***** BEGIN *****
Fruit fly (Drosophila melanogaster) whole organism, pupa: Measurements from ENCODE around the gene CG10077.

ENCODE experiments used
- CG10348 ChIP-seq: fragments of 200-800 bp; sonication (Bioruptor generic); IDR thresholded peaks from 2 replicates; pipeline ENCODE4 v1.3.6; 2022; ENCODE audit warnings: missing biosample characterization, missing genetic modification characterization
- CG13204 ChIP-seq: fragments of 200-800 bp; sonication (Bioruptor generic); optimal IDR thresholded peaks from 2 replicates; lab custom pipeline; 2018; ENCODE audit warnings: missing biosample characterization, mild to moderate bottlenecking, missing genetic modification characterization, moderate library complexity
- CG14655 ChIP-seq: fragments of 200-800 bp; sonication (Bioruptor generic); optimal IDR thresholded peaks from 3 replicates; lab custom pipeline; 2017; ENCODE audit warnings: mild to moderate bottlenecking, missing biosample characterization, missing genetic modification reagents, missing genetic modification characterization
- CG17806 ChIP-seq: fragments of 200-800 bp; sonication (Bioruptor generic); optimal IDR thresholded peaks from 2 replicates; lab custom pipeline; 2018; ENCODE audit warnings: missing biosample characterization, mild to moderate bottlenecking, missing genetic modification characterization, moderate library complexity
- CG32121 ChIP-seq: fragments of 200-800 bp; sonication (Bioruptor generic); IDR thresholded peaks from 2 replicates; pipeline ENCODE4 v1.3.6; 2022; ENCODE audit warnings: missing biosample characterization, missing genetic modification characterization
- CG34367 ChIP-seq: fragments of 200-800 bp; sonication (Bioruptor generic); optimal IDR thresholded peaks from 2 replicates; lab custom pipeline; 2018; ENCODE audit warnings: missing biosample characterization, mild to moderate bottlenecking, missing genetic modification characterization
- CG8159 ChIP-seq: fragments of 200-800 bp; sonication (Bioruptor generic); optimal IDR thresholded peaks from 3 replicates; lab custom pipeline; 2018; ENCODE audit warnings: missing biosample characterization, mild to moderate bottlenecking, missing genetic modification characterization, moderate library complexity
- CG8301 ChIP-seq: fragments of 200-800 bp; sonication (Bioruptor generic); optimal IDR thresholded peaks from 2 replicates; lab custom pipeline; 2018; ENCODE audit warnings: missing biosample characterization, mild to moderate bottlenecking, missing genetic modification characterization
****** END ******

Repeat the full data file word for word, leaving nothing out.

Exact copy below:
Fruit fly (Drosophila melanogaster) whole organism, pupa: Measurements from ENCODE around the gene CG10077.

ENCODE experiments used
- CG10348 ChIP-seq: fragments of 200-800 bp; sonication (Bioruptor generic); IDR thresholded peaks from 2 replicates; pipeline ENCODE4 v1.3.6; 2022; ENCODE audit warnings: missing biosample characterization, missing genetic modification characterization
- CG13204 ChIP-seq: fragments of 200-800 bp; sonication (Bioruptor generic); optimal IDR thresholded peaks from 2 replicates; lab custom pipeline; 2018; ENCODE audit warnings: missing biosample characterization, mild to moderate bottlenecking, missing genetic modification characterization, moderate library complexity
- CG14655 ChIP-seq: fragments of 200-800 bp; sonication (Bioruptor generic); optimal IDR thresholded peaks from 3 replicates; lab custom pipeline; 2017; ENCODE audit warnings: mild to moderate bottlenecking, missing biosample characterization, missing genetic modification reagents, missing genetic modification characterization
- CG17806 ChIP-seq: fragments of 200-800 bp; sonication (Bioruptor generic); optimal IDR thresholded peaks from 2 replicates; lab custom pipeline; 2018; ENCODE audit warnings: missing biosample characterization, mild to moderate bottlenecking, missing genetic modification characterization, moderate library complexity
- CG32121 ChIP-seq: fragments of 200-800 bp; sonication (Bioruptor generic); IDR thresholded peaks from 2 replicates; pipeline ENCODE4 v1.3.6; 2022; ENCODE audit warnings: missing biosample characterization, missing genetic modification characterization
- CG34367 ChIP-seq: fragments of 200-800 bp; sonication (Bioruptor generic); optimal IDR thresholded peaks from 2 replicates; lab custom pipeline; 2018; ENCODE audit warnings: missing biosample characterization, mild to moderate bottlenecking, missing genetic modification characterization
- CG8159 ChIP-seq: fragments of 200-800 bp; sonication (Bioruptor generic); optimal IDR thresholded peaks from 3 replicates; lab custom pipeline; 2018; ENCODE audit warnings: missing biosample characterization, mild to moderate bottlenecking, missing genetic modification characterization, moderate library complexity
- CG8301 ChIP-seq: fragments of 200-800 bp; sonication (Bioruptor generic); optimal IDR thresholded peaks from 2 replicates; lab custom pipeline; 2018; ENCODE audit warnings: missing biosample characterization, mild to moderate bottlenecking, missing genetic modification characterization